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When Is a 1099 Required?



A 1099 is required for independent contractors.

More Info: Most people are familiar with a W-2 form; it declares gross annual income from one employer and various withheld amounts, and employees receive them annually. But not all working people need a W-2 form. Independent contractors need a Form 1099 instead.

Employee or Contractor?

Each state has different exact criteria that must be met to classify a worker as an employee instead of an independent contractor. The Internal Revenue Service (IRS) has its own standards that states often use as guidelines in their own statutes.


The word “business” pertains to the entity through whom the worker receives work assignments and payment for services.

The term “worker” pertains to the person or entity receiving assignments and payment for services rendered.

Determining Factors

The Internal Revenue Service has several primary determination points to clarify employee or independent contractor status. All conditions must apply when employee status may be appropriate.

Behavioral control: When a business directs the method of completing a job task, what tools or implements to use, and where to purchase supplies and equipment. Who is hired to assist in task completion. If a worker receives instruction on what needs to be done but not how, the worker is probably an independent contractor. Where or when a task should be completed is insufficient to declare contractorship.

Training: If the business provides training regarding procedures or methods to complete a task, the business implies that the worker is an employee.

Financial control: Three sub-facets within this category help determine status:

  1. Significant Investment: If the worker has a large financial investment in the work, the worker might be an independent contractor. However, there is set dollar amount in the determination, and investment alone does not determine status.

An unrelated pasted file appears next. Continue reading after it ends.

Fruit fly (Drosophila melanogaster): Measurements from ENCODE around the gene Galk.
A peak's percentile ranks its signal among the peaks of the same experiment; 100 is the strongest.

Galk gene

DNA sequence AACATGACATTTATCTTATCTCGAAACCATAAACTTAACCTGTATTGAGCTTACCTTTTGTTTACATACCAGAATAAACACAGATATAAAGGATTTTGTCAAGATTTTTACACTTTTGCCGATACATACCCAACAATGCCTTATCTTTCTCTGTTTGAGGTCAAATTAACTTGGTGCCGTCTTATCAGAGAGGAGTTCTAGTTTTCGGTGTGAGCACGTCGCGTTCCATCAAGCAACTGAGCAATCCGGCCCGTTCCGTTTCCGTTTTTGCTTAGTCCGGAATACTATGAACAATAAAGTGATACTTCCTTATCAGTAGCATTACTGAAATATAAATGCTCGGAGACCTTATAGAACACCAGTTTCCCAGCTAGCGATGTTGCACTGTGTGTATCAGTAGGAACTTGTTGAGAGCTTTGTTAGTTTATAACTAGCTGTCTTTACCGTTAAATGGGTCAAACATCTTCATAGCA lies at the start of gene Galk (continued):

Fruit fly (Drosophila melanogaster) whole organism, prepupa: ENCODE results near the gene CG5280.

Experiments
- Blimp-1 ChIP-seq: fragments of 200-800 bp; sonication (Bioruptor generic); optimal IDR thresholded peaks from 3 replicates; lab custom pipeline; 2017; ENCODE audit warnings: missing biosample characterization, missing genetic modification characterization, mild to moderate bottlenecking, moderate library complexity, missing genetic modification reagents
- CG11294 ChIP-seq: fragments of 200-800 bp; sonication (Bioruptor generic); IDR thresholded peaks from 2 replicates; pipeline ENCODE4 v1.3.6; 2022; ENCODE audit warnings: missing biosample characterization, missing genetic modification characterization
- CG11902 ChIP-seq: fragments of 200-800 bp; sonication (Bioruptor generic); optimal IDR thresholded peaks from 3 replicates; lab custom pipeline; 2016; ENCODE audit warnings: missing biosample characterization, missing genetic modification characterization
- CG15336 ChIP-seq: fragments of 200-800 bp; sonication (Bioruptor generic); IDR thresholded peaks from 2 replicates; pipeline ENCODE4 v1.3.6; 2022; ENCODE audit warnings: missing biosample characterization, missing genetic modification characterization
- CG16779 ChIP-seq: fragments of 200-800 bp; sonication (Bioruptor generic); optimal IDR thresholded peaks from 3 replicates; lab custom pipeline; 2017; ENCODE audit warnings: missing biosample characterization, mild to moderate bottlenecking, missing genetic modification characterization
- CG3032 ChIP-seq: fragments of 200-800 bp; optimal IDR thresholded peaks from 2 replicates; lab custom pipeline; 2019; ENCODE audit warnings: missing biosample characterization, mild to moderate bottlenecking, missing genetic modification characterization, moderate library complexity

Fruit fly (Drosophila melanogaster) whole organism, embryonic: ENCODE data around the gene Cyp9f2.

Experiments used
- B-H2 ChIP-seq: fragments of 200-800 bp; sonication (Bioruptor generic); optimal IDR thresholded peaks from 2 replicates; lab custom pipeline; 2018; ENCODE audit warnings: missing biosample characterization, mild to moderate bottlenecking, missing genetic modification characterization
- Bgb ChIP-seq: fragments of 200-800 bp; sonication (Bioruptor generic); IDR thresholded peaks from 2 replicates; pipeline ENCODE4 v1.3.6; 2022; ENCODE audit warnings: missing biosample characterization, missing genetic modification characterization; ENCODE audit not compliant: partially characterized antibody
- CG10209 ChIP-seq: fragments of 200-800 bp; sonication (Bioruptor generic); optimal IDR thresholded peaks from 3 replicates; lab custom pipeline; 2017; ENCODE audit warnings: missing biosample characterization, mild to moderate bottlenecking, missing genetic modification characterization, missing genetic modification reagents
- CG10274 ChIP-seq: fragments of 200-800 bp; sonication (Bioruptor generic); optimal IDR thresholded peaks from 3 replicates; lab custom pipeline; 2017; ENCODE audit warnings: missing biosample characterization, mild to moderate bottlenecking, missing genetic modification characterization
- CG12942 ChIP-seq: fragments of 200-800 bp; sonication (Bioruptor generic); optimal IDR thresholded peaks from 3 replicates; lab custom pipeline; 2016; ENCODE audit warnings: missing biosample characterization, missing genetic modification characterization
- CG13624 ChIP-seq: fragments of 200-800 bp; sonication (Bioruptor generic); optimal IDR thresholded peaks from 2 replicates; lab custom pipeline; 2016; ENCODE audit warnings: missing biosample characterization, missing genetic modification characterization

2. Expenses: If the worker invests non-reimbursed funds into the operation or maintenance of equipment necessary to perform the work, the worker might be an independent contractor.
  3. Profit or Loss Opportunity: If the worker has opportunity to experience either profit or loss through assigned tasks, odds are that the worker is a contractor, not an employee.

Relationship: If a contract outlining each party’s understanding of their relationship exists, the worker is probably a contractor. Documents identified as an employment contract do not qualify in this category. If the business provides benefits, including medical, dental, or vision plans, retirement funds, paid vacation and holiday time, etc., the worker is probably an employee.




Department of the Treasury, Internal Revenue Service; Publication 1779 (Rev. 8-2008) Catalogue Number 16134L, “Contractor or Employee…”, found at:

Department of the Treasury, Internal Revenue Service; “Topic 762 – Independent Contractor vs. Employee,” found at:

Steven Fishman, J.D., © 2008; “Working for Yourself: Law & Taxes for Independent Contractors, Freelancers, & Consultants.”

Simple Subjects, LLC; “Surprisingly Simple: Independent Contractor, Sole Proprietor, and LLC Taxes Explained in 100 Pages or Less.” © 2009; by Mike Piper.

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